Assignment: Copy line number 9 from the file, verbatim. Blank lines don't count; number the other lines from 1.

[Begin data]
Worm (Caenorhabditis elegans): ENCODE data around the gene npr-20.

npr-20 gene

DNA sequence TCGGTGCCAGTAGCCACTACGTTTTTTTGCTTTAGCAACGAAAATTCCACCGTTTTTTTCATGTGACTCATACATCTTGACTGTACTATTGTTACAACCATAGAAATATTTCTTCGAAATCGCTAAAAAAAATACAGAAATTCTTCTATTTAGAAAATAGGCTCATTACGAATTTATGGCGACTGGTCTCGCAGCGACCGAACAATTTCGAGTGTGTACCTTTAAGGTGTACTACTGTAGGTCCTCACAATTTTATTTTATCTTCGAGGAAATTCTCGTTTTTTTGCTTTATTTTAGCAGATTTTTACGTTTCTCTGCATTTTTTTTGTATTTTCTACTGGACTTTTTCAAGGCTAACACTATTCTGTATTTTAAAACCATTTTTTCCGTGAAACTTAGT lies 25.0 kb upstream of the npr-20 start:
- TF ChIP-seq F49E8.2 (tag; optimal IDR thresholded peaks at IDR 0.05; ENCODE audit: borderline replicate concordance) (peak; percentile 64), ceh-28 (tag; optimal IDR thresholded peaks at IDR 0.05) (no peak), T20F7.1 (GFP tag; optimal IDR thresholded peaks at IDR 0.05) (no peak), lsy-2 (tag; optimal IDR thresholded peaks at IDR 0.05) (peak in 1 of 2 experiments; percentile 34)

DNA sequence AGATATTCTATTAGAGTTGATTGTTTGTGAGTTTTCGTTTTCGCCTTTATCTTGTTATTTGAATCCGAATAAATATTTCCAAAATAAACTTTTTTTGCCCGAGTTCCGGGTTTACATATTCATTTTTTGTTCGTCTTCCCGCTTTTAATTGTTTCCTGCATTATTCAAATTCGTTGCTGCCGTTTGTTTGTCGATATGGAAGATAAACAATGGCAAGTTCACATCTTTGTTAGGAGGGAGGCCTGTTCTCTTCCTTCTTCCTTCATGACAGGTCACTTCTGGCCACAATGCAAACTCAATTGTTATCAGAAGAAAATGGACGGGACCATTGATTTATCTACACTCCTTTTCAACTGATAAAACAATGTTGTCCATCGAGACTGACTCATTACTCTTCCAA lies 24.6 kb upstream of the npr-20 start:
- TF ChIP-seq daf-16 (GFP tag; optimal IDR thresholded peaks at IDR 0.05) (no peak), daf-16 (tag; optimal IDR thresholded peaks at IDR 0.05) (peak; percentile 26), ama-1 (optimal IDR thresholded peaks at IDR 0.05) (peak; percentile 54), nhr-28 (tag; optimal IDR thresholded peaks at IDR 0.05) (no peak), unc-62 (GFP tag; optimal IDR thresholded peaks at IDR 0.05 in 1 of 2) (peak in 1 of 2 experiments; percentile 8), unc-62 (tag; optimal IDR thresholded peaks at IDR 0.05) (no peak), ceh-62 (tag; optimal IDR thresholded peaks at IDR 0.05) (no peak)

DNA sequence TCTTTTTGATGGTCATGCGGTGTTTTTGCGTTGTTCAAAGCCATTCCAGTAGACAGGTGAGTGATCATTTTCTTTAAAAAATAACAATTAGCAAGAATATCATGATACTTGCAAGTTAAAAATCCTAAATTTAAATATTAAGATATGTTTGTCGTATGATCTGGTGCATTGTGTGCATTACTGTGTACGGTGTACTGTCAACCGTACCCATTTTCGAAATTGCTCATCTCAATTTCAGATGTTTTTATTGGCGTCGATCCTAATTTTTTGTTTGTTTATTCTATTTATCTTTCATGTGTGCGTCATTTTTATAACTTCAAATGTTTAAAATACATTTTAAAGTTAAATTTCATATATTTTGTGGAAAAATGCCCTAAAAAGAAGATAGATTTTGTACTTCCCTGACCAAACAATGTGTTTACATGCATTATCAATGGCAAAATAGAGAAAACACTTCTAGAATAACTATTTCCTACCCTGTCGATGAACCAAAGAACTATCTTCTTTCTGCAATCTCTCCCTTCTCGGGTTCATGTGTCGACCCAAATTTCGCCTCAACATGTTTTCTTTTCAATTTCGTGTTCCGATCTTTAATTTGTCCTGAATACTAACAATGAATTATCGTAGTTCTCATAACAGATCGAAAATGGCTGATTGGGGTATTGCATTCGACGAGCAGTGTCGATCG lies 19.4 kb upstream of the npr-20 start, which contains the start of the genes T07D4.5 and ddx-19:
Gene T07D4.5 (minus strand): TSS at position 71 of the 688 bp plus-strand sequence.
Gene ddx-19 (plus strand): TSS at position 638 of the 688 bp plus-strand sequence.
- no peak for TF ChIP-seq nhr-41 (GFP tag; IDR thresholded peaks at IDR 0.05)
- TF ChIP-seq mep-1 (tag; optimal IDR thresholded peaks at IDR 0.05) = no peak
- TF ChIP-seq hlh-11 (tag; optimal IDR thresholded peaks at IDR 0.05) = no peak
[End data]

Gene ddx-19 (plus strand): TSS at position 638 of the 688 bp plus-strand sequence.